What happened to the wild strawberry?
Nemi is a small town in the Castelli Romani region about 20 km southeast of Rome, famous for its wild strawberries. Every June, the city throws a party to celebrate its harvest. The streets come alive with music and dancing and local girls in traditional dress – a cross between Morris and Snow White dancers – hand out strawberries to thousands of visitors. Strawberries also appear in a few specialty dishes such as strawberry pizza and strawberry risotto, the latter being a bruised pink concoction sprinkled with berries and covered in parmesan cheese. “If you’ve tried this risotto enough, you’d probably love it,” says Jacob Kenedy as tactfully as possible. The chef-owner of the Italian restaurant Bocca di Lupo in London brought me to Italy to share his passion for wild strawberries. At strawberry risotto, however, it draws the line.
Common strawberries have virtually replaced wild strawberries in commercial production. Broad and sweet (at least in theory), the versions we find in supermarkets are often disappointing and soggy. In contrast, wild strawberries (Fragaria vesca) are usually the size of a raspberry and very aromatic. Nemi strawberries, which grow in the woods around town but are also cultivated, are among the best, with a richer, richer taste from the volcanic soil.
Every year Kenedy passes through Rome to a family home in Sperlonga and his love for wild strawberries is rekindled. “What led me to open Bocca di Lupo,” he says, “was that I was fascinated by the foods that transported me to Italy. Wild strawberries do that. They are part of the culinary furniture like the carbonara. The taste is so intense that it seems unreal. He compares the flavor to chewing gum: “A strawberry caricature but also completely natural. By eating wild strawberries, you understand what people were thinking when they made strawberry flavoring.
During the season (which can last until August), Kenedy serves wild strawberries at Bocca in dishes such as rum baba, maritozzi (rolls with cream) and mascarpone ice cream. But until now, he’s never made wild strawberry ice cream with fresh strawberries (although regular strawberries have been featured at Gelupo, his gelateria across the street). So, before leaving Nemi, we collect a case to make some in one of the best ice cream parlors in Rome. The Gelateria del Teatro in Via dei Coronari is run by former pastry chef Stefano Marcotulli and his partner Silvia. Its flavors include Amalfi lemon, Sicilian pistachio, Calabrian licorice and pairings such as raspberry and sage and dark chocolate with nero d’avola (Sicilian red wine).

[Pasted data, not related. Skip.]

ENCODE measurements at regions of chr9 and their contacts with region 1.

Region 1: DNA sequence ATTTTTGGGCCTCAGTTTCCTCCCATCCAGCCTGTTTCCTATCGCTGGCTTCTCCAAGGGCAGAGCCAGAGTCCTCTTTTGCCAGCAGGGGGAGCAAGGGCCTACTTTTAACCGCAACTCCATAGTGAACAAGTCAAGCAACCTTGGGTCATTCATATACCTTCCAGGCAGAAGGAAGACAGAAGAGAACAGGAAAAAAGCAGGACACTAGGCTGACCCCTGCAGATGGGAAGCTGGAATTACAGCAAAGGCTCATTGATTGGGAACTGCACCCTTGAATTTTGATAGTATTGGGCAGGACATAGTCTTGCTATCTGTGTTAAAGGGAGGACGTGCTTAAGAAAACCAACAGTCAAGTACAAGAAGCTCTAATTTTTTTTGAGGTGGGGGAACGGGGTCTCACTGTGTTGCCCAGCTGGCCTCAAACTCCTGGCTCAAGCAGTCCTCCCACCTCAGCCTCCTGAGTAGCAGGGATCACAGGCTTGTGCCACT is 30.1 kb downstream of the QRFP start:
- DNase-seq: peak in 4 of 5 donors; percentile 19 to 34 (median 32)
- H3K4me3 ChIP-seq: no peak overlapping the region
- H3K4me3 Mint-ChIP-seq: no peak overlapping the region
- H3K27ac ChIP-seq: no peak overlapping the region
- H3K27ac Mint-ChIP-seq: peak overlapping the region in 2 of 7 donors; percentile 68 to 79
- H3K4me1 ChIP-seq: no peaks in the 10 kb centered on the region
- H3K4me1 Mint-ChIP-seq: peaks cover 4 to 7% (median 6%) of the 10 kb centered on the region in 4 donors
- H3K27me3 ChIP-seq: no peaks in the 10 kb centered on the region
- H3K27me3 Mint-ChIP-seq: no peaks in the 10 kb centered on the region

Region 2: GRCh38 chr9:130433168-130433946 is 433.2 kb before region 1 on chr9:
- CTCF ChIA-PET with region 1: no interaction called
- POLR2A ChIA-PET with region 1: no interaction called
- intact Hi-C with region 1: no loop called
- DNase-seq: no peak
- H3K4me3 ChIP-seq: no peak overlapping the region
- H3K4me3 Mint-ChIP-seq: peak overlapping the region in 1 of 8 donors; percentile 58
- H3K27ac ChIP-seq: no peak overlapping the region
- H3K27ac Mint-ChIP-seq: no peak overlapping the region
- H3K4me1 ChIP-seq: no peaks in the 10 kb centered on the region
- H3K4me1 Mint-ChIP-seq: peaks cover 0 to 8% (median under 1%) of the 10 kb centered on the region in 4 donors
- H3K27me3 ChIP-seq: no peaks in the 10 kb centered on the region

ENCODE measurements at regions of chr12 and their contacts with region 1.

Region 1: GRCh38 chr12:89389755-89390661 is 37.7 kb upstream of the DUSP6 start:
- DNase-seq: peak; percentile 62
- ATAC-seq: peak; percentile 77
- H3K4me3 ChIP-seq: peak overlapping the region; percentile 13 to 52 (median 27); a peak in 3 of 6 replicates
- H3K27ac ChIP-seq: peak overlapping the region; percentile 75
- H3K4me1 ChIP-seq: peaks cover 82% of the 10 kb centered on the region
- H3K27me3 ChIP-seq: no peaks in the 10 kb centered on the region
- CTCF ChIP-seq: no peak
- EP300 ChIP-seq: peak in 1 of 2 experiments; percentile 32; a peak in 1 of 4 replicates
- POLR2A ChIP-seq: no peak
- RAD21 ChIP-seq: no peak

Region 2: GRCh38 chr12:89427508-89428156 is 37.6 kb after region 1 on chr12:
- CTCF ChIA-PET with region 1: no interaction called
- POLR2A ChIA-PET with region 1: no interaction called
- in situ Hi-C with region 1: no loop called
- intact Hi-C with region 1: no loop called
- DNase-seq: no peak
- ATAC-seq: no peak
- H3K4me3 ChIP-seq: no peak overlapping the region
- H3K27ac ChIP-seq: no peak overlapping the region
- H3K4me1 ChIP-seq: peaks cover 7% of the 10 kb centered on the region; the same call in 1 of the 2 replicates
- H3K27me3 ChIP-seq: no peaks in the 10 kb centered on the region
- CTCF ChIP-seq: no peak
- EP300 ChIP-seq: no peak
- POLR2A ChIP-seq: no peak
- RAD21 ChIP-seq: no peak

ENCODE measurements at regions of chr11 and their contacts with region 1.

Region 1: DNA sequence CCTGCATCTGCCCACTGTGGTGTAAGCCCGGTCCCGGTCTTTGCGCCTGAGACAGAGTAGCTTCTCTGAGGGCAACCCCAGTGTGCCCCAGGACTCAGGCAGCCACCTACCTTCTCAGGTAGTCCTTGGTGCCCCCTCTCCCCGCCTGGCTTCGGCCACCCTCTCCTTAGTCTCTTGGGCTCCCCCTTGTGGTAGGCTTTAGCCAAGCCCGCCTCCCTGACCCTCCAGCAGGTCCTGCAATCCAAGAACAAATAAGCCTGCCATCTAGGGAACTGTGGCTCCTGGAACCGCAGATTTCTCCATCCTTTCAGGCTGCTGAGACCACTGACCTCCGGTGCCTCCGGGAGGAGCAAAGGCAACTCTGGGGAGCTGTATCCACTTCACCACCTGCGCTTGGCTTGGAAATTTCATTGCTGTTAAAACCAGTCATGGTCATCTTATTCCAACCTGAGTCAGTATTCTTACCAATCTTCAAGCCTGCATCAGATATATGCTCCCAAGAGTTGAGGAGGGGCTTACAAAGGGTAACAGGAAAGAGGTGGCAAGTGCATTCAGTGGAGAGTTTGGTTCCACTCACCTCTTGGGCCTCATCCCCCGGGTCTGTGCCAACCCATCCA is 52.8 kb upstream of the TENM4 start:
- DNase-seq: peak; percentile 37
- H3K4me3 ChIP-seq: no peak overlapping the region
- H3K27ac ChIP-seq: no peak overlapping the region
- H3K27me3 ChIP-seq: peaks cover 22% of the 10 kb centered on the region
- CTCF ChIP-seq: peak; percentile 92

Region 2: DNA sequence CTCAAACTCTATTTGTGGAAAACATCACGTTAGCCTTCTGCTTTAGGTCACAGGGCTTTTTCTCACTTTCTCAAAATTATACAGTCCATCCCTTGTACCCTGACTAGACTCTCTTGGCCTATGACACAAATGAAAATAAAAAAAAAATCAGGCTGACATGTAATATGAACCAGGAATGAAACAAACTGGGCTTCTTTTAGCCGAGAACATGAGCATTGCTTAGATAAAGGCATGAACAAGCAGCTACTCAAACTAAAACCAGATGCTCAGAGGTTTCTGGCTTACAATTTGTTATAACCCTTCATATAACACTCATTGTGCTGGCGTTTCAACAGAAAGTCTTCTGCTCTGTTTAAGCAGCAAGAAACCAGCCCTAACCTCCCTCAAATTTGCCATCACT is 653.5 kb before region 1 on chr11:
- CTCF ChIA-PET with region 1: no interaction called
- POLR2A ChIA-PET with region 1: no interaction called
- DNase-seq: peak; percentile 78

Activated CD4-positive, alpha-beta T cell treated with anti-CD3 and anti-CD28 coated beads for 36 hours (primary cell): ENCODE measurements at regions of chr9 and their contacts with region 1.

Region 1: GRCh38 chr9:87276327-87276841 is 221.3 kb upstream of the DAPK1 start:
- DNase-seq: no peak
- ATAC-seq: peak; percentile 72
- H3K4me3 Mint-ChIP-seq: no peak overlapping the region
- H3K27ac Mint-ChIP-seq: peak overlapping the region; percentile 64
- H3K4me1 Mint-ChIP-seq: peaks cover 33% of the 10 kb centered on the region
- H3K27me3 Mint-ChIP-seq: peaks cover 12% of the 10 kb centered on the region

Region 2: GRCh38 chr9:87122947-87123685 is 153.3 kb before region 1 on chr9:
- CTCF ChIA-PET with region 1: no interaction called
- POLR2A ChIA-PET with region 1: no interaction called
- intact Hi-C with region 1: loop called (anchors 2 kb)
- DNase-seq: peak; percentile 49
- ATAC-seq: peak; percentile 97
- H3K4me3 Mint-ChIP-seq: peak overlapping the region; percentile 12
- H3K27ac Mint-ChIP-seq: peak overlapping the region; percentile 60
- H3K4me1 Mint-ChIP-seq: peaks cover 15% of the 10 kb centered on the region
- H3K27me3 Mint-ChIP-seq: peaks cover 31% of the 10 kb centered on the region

The couple never tried the wild strawberry ice cream either. Wild strawberries cost €20 a kilo here (and four times as much in the UK). Regular strawberries are closer to €4 per kilo. Thus, incorporating Nemi berries into ice cream is “like mixing a Rolex,” observes Kenedy. But everyone is intrigued to see how it turns out. Silvia spills the strawberries in a bowl; add water, sugar, natural stabilizers, dextrose and lemon juice; then mix and pour the mixture into the ice cream maker. Ten minutes later, it’s done. Baby pink and dotted with black pips, the ice cream is velvety, fragrant and surprisingly good. The couple are so impressed that they slip the tub of ice cream straight into the counter display.
“That ice cream had the same effect on me,” Kenedy later says, now convinced to add his own version to Bocca. In London, Kenedy sources wild strawberries from Spain or France, as Italian supply chains are not as viable. All Greens sells in-store or for pre-order (it also delivers to homes), although you can easily grow your own too. Kenedy prefers her strawberries with nothing more than a sprinkle of sugar and a little lemon to amp up the flavor. “Regular strawberries that you can eat okay,” he says. “Wild strawberries that you can only enjoy because they are tiny.” It tells the story of his two-year-old son, Dylan, who was already addicted to strawberries when he first tried wild strawberries. “He couldn’t believe what he was tasting,” he recalls. “His eyes popped out of his head. He gobbled up the whole bowl. For a two-year-old, the endorsements don’t get any bigger.